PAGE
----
Aerial photo collection by Winans found
A recently discovered collection of photographs by Fonville Winans provides a bird’s-eye view of Baton Rouge.
Winans is most notably known for his images of southern Louisiana’s Cajuns and wetlands, but an LSU archivist has found that in 1947 Winans also took a series of aerial pictures that included neighborhoods, businesses and the LSU campus.
About six months ago, Mark Martin, a processing archivist, found a box holding the Winans’ aerial photographs as Martin waded through a large collection of Winans’ work.
Martin said he was “more than excited” to find the collection. “Knowing there are many different organizations and individuals who are working on the problems of urban design and development, I very deeply felt the importance of having these images available for research.”
Dealing with photographic collections usually falls to Martin.
“I look at it and see if there is any existing order to it,” he said.
The Winans’ aerials had an order and were numbered, but Winans’ shot log didn’t contain exact locations or addresses. Winans simply wrote things like “Gus’s” or “New Hospital.”
The photos also weren’t ready for public viewing because they were stored on rolls and could only be viewed with special equipment and lighting, Martin said.
Getting the photos ready, Martin said, was unlike his other projects because it involved researching more than 400 images.
He used multiple resources to decipher the exact location of each photograph. The point of the project is to arrange and describe the photographs so they can be understood and made available to the public, he said.
Those resources included a 1947 Baton Rouge street map, Google Maps and city directories to look up addresses and street names.
However, the modern layout and street naming system has dramatically changed since 1947 in most instances, Martin said. Florida Boulevard ended at Airline Highway in 1947. As the boulevard has expanded, so have the modern addresses.
It has been his job to create a finding aid and database in order to provide access to the photographs for future use and reference.
“The descriptions and indexing that Mark created for each image are in the digital library, allowing anyone who is interested to search for specific streets or neighborhoods or just browse the images in the order that Winans shot them as he flew over Baton Rouge,” said Tara Laver, interim head of Special Collections.
“As Baton Rouge examines issues of urban sprawl and planning now, this collection provides an interesting and potentially useful reference point,” Laver said. “When you can see how things have changed, what used to be somewhere you pass every day, or aspects of the land and landscape in 1947 that aren’t there anymore, it helps develop a sense of place and process.”
Samuel Sanders, chairman of the Mid City Redevelopment Alliance, said the alliance will be able “to compare before and after shots.” Sanders said they will be able to find examples of the “glory days” and how the city can aim to restore the area.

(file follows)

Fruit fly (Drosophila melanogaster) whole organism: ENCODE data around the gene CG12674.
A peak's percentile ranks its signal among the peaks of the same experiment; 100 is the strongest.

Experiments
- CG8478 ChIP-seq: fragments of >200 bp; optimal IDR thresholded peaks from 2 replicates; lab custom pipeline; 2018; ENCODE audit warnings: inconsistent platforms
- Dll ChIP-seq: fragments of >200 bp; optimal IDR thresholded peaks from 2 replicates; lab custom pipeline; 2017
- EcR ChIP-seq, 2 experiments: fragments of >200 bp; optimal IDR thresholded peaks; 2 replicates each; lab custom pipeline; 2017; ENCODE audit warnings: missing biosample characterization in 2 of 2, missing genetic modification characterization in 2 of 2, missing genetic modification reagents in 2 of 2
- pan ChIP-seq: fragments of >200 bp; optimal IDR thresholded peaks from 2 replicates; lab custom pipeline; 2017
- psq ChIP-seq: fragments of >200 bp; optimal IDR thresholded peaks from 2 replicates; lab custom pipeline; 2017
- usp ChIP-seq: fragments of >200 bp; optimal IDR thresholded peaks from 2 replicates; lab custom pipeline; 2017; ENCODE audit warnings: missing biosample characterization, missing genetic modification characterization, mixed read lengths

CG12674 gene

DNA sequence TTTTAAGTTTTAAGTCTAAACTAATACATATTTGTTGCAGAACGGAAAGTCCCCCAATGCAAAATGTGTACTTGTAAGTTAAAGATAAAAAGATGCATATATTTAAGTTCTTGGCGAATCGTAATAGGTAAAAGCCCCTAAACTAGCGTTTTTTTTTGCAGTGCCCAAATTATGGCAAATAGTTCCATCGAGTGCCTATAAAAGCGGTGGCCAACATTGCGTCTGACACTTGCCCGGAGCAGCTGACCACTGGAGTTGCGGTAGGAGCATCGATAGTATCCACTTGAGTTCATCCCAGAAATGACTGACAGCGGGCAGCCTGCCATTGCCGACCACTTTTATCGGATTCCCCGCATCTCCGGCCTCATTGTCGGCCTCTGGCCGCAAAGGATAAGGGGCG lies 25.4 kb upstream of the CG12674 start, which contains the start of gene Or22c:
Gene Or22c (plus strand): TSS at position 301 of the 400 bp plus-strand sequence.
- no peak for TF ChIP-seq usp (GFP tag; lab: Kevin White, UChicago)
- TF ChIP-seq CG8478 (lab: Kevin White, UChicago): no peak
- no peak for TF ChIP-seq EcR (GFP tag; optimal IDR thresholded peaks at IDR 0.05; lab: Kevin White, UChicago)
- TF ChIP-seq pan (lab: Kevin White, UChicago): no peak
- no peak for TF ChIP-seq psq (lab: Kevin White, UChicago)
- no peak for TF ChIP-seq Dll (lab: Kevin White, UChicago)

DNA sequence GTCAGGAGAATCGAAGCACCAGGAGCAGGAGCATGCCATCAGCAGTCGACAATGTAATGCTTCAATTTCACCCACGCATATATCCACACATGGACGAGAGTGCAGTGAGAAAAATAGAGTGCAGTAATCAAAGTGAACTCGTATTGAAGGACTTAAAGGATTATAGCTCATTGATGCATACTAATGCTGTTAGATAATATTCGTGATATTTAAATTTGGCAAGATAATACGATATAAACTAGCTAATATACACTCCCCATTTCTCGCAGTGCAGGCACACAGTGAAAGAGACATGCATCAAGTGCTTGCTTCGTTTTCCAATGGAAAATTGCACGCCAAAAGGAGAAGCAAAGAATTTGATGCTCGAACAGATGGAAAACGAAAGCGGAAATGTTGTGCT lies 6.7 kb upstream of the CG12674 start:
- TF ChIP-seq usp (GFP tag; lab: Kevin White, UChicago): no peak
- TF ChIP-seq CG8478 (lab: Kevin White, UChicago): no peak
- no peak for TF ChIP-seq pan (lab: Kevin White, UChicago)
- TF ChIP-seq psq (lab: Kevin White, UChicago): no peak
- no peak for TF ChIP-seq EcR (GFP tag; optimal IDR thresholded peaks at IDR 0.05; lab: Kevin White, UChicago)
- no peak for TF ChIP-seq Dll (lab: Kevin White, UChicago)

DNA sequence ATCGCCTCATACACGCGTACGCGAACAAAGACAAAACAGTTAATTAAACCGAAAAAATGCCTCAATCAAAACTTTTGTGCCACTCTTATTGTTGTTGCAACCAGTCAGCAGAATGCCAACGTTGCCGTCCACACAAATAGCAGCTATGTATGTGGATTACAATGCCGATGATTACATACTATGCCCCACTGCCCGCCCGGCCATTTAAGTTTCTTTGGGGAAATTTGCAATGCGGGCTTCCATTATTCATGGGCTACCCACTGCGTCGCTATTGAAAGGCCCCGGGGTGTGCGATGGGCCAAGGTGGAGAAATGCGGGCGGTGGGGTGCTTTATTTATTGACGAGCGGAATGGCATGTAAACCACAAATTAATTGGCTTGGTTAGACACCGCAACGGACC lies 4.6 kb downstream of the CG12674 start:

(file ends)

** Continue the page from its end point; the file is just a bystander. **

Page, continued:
There is a lot of urban development and planning happening in the Baton Rouge Mid City area, Martin said.
“People are trying to find out what was on the site they are dealing with,” Martin said.
“It’s not so much the thing itself as the evidentiary value of the thing that strikes me,” Martin said. “A piece of film is only of so much value, but the image contained on the film may be of great value from a number of different points of view.”
People can find what their neighborhood used to look like, Martin said. The pictures are a mixture of businesses, housing and smaller shops. An example of what Martin discovered is that in 1947 a grocery store, barber shop, shoe repair store, pharmacy, two gas stations and a restaurant all stood between Chimes and State streets at the north gates of LSU.
“Look at what has been done now,” he said.
The library has an extensive collection of Winans’ photographs in addition to the aerial shots. When Winans died in 1992 his children cleaned out the studio and donated most of his photographs to the university.
Winans himself had a studio at 667 Laurel St., which is now on the National Historic Register.
Winans bought his first camera, a Kodak 3A, in Louisiana in 1930. He returned to Texas and entered a contest with a photograph of an intersection in downtown Fort Worth. He won first place and decided to focus his attention on photography.
Winans found his way back to Louisiana where he made two motion pictures. He ended up on Grand Isle creating and selling postcards to tourists. Eventually, he moved to Baton Rouge and got a job at LSU. He worked as a photographer for two years and also started the “Campus Newsreel.” The monthly short film series was shown to the student body.
After his tenure at LSU, Winans photographed politicians, weddings and did portraits, gaining a reputation as a society photographer, Martin said.
Bob Winans, the son of Fonville Winans, has written and published books on his father’s work.
He said his father’s prints are being collected around the world.
Fonville wanted to know all about people. He was studying journalism at LSU when he dropped out to marry Helen Winans, Bob Winans said.
“My father was a happy-go-lucky type of fellow who enjoyed life,” Bob Winans said.